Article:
As I said, plenty of people/projects have implemented holds and at least double taps. It’s simple math. Not that painful. The best thing about Picos and Lutron is that they always work unlike Z-Wave especially or even Zigbee.

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I have a few different brands of zigbee buttons but none have ever stopped working other than a dead battery

so they too “always work”

anytime i hear complaints about how zigbee or zwave don’t work reliably my first thoughts are you have poor mesh coverage and need a couple repeaters, you have junk repeaters on your mesh, or your using a hub with a poorly implemented stack…

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:thinking:

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I agree, but a poor implementation or dead nodes can be a cause of dead batteries. I know that there is talk about a migration, and I’ve been testing this. Will migrating tables work? Yes. I have a working mesh to prove that. But, I recently reset my Z-Wave and went through my network. I found that everything paired with barely one button press for activity on CORE and reacts in a heartbeat. NOT that it wasn’t snappy enough before, but I’m super happy with performance as of late.

I know that you don’t want to hear it, but it seems that a fresh install is the way to go on these things. It’s something that you should put some thought into because it’s convenient to migrate these things, but this migration won’t be as clean as a fresh install. This creates frustration. It only took me a couple of hours to migrate 50+ devices. It’s just a thought and observation.

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Undoubtedly part of the issue. Yet not the entire issue.

Silicon Labs should not have released 700 series controllers. 700 series is still beta. And Z-Wave no matter the series is completely brittle. What is the point of a mesh if a single bad device can bring down the rest of one’s devices? There’s a reason that Z-Wave is developing the 800 series so quickly and LR devices are likely coming. Lutron has shown that at low frequency star topology can work really well without all the mesh complexity.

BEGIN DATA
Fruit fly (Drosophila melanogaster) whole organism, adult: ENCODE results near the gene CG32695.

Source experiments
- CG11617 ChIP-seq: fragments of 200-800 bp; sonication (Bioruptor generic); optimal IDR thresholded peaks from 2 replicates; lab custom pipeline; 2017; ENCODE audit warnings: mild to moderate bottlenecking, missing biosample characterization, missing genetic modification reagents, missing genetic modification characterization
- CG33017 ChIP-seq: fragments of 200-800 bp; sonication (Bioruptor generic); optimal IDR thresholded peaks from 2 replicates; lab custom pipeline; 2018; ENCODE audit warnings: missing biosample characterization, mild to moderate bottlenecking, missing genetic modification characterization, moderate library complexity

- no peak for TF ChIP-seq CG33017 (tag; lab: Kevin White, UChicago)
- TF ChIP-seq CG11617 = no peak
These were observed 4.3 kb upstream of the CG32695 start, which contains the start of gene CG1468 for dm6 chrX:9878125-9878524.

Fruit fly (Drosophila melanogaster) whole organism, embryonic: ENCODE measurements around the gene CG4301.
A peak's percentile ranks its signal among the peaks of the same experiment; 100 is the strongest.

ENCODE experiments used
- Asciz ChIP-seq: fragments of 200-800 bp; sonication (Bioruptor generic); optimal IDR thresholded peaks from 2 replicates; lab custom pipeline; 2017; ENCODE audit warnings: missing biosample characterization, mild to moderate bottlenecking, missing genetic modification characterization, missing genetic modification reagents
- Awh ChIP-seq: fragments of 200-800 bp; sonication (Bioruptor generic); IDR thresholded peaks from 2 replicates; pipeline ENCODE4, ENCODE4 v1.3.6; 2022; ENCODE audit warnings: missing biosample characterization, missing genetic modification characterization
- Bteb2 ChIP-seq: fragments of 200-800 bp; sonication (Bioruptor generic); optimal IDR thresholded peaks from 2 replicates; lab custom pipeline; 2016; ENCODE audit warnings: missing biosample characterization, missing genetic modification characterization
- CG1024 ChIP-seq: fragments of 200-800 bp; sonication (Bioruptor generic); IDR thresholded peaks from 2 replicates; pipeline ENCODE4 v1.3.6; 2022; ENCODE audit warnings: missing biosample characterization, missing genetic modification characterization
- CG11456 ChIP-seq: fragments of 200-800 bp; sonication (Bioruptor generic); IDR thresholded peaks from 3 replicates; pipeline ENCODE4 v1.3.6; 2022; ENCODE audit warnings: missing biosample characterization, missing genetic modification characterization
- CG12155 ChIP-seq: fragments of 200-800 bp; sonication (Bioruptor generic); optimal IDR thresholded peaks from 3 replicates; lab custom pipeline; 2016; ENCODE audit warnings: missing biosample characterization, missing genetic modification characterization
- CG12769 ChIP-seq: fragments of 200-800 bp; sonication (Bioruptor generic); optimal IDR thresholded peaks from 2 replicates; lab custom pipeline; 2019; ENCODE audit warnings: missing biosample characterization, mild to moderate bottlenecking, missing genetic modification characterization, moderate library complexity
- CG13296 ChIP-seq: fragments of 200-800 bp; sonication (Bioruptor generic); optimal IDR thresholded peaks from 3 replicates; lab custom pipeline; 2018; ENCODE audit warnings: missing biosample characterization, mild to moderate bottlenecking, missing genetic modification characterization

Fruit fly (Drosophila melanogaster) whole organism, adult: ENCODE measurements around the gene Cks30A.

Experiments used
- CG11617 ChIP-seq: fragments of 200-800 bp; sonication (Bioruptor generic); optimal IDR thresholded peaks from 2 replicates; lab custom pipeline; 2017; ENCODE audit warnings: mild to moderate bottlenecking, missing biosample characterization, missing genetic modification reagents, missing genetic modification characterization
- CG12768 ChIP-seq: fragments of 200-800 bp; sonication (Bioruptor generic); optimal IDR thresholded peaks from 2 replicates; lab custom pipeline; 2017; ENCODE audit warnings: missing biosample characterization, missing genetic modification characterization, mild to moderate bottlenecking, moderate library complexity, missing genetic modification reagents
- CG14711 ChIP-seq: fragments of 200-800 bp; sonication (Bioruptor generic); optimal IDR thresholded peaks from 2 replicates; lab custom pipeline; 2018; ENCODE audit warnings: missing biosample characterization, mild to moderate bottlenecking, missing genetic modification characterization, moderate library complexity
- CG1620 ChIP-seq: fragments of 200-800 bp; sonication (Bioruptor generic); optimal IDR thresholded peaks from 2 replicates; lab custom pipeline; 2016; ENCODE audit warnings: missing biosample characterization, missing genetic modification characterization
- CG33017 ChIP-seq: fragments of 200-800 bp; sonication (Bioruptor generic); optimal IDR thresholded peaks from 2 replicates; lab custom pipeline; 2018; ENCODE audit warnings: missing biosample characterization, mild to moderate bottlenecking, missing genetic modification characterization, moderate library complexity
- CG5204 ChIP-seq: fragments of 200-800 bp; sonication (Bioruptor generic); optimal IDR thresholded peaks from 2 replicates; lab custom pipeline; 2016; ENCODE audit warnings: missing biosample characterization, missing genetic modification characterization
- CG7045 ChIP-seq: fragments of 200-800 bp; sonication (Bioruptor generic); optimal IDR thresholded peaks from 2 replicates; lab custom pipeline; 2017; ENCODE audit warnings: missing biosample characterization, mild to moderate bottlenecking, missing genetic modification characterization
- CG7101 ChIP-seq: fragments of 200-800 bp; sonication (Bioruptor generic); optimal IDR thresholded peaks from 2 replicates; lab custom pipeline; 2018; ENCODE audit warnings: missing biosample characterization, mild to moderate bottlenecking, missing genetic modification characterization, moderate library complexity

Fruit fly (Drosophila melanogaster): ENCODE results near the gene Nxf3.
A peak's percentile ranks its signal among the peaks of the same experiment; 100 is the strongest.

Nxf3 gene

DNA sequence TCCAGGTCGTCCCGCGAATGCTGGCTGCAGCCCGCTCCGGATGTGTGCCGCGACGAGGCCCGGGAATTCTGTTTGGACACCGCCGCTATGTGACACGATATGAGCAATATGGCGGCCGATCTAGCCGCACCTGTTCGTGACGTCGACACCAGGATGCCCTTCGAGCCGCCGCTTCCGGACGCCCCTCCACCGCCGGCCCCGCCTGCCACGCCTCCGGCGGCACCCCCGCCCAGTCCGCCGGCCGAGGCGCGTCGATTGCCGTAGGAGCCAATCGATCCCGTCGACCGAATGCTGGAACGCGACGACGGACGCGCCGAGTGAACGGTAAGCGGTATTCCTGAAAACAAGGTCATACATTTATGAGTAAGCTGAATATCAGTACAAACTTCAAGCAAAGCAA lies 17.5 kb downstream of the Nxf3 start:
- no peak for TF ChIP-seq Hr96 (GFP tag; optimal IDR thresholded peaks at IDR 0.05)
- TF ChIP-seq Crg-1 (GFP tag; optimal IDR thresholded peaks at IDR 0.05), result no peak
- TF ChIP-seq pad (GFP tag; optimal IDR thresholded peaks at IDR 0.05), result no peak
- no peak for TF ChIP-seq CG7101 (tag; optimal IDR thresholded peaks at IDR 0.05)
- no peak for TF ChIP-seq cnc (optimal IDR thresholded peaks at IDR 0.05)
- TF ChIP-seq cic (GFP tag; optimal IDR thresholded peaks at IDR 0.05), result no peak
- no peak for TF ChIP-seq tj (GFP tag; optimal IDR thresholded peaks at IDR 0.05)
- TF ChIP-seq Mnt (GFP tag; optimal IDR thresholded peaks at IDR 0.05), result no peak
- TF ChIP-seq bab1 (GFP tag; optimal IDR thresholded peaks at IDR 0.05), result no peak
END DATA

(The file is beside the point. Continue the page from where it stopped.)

On the Zigbee side the mesh can be extremely easy to get working reliably. As long as the devices one adds are either standard or the driver writer has figured out the manufacturer’s non-standard protocol implementation. IME Zigbee is much more resilient than Z-Wave, even with many fewer repeaters.

I suspect that Thread/Matter will make a big difference over the next few years, to everyone’s benefit. Even Lutron is putting 2.4Ghz radios that seem to be Thread-based into their new controllers (but they aren’t using Matter). Z-Wave will have to fight to remain relevant. And Zigbee will naturally wither away.

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Yah, it’s interesting to watch things progress. I think everything has a place and a use. I really think there is a use case for all protocols. Some will stick around because it’s easy for newbies to understand. Other protocols will be more advanced. I recently redid my z-wave network to see the effects of migration compared to a fresh install. It was night and day. I feel like a take over, no matter what protocol or platform can be messy for many reasons. I paired the most important devices used in our home. Contact sensors, switches, and locks and left some of the extras out for now. My total number was around 60. I was dealing with some instability on a migrated system and some speed issues. The fresh install took a few hours and since I had a list of the naming convention, the rules picked back up where they left off. No reconfiguring in node red. I still see some instability, but I believe that will calm down as the mesh settles in. I did do everything in one day. I’ll be patient and see where it goes. I do plan on removing a few of the problematic zigbee devices. I have some lightify strips that like to complain. A lot. They’ll get retired at some point I think.